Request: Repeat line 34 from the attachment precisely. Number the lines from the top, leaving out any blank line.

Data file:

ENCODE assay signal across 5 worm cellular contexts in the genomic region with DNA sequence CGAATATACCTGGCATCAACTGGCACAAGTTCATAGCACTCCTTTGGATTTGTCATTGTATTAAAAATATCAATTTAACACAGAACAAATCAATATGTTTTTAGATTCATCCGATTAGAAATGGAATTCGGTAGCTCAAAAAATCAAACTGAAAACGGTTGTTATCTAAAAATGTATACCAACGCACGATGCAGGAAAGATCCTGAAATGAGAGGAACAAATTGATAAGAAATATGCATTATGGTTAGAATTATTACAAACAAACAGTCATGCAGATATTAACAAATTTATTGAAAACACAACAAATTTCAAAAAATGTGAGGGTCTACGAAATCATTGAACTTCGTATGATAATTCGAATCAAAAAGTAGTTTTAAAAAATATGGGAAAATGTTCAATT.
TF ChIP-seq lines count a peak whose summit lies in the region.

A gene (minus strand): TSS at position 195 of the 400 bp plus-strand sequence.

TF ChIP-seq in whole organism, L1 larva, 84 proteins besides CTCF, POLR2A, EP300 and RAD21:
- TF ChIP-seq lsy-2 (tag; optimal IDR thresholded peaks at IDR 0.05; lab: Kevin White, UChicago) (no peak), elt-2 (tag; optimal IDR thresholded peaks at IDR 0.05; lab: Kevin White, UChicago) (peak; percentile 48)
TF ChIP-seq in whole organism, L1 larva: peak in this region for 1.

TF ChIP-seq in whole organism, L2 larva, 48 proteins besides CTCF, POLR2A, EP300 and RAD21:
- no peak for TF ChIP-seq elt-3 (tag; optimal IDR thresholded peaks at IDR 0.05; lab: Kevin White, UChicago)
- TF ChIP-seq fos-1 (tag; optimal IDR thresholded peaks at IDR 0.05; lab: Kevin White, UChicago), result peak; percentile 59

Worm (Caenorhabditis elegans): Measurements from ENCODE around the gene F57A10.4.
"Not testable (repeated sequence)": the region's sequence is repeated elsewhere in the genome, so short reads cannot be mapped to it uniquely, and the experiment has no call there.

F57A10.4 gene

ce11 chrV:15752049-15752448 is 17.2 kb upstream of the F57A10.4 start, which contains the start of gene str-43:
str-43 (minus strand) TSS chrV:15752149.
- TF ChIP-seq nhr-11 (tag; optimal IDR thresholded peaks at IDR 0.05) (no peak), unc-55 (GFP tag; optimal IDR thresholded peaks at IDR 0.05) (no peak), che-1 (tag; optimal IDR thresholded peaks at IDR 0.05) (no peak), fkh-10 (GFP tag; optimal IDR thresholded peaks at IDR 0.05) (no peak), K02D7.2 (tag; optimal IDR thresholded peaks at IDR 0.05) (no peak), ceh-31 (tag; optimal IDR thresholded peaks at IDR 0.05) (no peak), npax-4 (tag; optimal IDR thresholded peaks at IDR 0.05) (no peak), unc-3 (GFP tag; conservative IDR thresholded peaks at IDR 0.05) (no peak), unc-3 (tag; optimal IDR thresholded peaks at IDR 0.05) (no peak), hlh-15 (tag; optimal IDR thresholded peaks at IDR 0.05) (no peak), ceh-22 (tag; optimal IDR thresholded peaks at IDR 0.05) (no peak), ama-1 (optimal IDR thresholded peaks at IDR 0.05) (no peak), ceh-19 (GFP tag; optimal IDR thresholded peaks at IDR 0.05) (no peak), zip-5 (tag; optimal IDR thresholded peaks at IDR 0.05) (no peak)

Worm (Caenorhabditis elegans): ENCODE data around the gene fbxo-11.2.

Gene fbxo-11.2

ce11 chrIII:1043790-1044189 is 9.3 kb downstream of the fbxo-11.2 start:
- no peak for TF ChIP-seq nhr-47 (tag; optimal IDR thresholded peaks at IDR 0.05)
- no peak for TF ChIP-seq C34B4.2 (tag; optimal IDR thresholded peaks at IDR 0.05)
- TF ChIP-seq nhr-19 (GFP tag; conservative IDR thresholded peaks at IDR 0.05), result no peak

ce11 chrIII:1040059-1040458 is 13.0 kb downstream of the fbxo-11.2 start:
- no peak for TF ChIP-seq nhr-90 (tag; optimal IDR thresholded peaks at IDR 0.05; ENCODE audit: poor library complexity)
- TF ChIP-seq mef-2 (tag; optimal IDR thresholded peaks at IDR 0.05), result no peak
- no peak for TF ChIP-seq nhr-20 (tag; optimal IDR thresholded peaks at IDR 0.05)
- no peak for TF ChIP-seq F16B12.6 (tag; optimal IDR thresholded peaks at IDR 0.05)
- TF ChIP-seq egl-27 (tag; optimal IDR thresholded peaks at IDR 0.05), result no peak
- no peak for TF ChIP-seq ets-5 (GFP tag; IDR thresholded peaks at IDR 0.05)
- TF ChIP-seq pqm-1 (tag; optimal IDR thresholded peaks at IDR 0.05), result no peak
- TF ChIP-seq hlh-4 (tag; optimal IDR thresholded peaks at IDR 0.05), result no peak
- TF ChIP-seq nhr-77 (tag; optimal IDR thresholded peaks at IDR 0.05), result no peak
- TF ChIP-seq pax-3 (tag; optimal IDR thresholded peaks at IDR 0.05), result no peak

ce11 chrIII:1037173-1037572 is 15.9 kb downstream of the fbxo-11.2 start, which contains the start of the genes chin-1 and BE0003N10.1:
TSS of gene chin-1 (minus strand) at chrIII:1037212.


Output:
TSS of gene chin-1 (minus strand) at chrIII:1037212.